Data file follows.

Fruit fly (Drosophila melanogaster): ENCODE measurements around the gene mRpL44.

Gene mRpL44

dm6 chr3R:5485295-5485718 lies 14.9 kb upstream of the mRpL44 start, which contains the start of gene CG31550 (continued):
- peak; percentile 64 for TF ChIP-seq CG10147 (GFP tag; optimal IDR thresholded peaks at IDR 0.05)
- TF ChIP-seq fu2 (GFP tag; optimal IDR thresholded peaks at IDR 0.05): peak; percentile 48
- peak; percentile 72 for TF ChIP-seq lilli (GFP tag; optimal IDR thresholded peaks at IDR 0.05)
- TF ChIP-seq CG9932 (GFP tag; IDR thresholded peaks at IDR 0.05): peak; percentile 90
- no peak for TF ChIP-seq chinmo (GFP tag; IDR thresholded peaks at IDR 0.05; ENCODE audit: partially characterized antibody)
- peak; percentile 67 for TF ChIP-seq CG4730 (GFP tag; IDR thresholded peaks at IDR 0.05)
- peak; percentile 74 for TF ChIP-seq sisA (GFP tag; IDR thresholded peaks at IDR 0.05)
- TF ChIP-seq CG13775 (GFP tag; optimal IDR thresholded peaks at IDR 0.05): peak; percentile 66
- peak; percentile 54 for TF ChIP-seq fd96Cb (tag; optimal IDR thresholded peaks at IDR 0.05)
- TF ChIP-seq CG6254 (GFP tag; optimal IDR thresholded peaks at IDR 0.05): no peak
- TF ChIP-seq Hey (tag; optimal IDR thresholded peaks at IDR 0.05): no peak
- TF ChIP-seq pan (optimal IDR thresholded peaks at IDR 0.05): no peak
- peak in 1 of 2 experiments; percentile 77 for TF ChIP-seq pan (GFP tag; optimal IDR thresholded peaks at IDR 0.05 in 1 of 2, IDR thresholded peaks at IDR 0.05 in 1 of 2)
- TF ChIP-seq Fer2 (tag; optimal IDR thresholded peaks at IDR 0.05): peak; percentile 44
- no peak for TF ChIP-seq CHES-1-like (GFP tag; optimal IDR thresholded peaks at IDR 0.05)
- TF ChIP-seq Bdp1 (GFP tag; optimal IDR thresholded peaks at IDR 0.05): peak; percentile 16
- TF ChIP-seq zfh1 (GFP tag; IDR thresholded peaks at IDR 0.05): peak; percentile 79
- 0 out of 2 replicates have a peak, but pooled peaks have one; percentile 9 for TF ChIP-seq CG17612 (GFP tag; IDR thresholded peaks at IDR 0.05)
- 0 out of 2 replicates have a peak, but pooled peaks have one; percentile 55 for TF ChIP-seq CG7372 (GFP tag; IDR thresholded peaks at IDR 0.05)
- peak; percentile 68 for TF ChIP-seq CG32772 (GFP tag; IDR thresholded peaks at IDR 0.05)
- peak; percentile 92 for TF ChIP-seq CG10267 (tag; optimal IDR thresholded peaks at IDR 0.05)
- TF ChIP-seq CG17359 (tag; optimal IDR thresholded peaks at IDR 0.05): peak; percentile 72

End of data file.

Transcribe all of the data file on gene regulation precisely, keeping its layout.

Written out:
Fruit fly (Drosophila melanogaster): ENCODE measurements around the gene mRpL44.

Gene mRpL44

dm6 chr3R:5485295-5485718 lies 14.9 kb upstream of the mRpL44 start, which contains the start of gene CG31550 (continued):
- peak; percentile 64 for TF ChIP-seq CG10147 (GFP tag; optimal IDR thresholded peaks at IDR 0.05)
- TF ChIP-seq fu2 (GFP tag; optimal IDR thresholded peaks at IDR 0.05): peak; percentile 48
- peak; percentile 72 for TF ChIP-seq lilli (GFP tag; optimal IDR thresholded peaks at IDR 0.05)
- TF ChIP-seq CG9932 (GFP tag; IDR thresholded peaks at IDR 0.05): peak; percentile 90
- no peak for TF ChIP-seq chinmo (GFP tag; IDR thresholded peaks at IDR 0.05; ENCODE audit: partially characterized antibody)
- peak; percentile 67 for TF ChIP-seq CG4730 (GFP tag; IDR thresholded peaks at IDR 0.05)
- peak; percentile 74 for TF ChIP-seq sisA (GFP tag; IDR thresholded peaks at IDR 0.05)
- TF ChIP-seq CG13775 (GFP tag; optimal IDR thresholded peaks at IDR 0.05): peak; percentile 66
- peak; percentile 54 for TF ChIP-seq fd96Cb (tag; optimal IDR thresholded peaks at IDR 0.05)
- TF ChIP-seq CG6254 (GFP tag; optimal IDR thresholded peaks at IDR 0.05): no peak
- TF ChIP-seq Hey (tag; optimal IDR thresholded peaks at IDR 0.05): no peak
- TF ChIP-seq pan (optimal IDR thresholded peaks at IDR 0.05): no peak
- peak in 1 of 2 experiments; percentile 77 for TF ChIP-seq pan (GFP tag; optimal IDR thresholded peaks at IDR 0.05 in 1 of 2, IDR thresholded peaks at IDR 0.05 in 1 of 2)
- TF ChIP-seq Fer2 (tag; optimal IDR thresholded peaks at IDR 0.05): peak; percentile 44
- no peak for TF ChIP-seq CHES-1-like (GFP tag; optimal IDR thresholded peaks at IDR 0.05)
- TF ChIP-seq Bdp1 (GFP tag; optimal IDR thresholded peaks at IDR 0.05): peak; percentile 16
- TF ChIP-seq zfh1 (GFP tag; IDR thresholded peaks at IDR 0.05): peak; percentile 79
- 0 out of 2 replicates have a peak, but pooled peaks have one; percentile 9 for TF ChIP-seq CG17612 (GFP tag; IDR thresholded peaks at IDR 0.05)
- 0 out of 2 replicates have a peak, but pooled peaks have one; percentile 55 for TF ChIP-seq CG7372 (GFP tag; IDR thresholded peaks at IDR 0.05)
- peak; percentile 68 for TF ChIP-seq CG32772 (GFP tag; IDR thresholded peaks at IDR 0.05)
- peak; percentile 92 for TF ChIP-seq CG10267 (tag; optimal IDR thresholded peaks at IDR 0.05)
- TF ChIP-seq CG17359 (tag; optimal IDR thresholded peaks at IDR 0.05): peak; percentile 72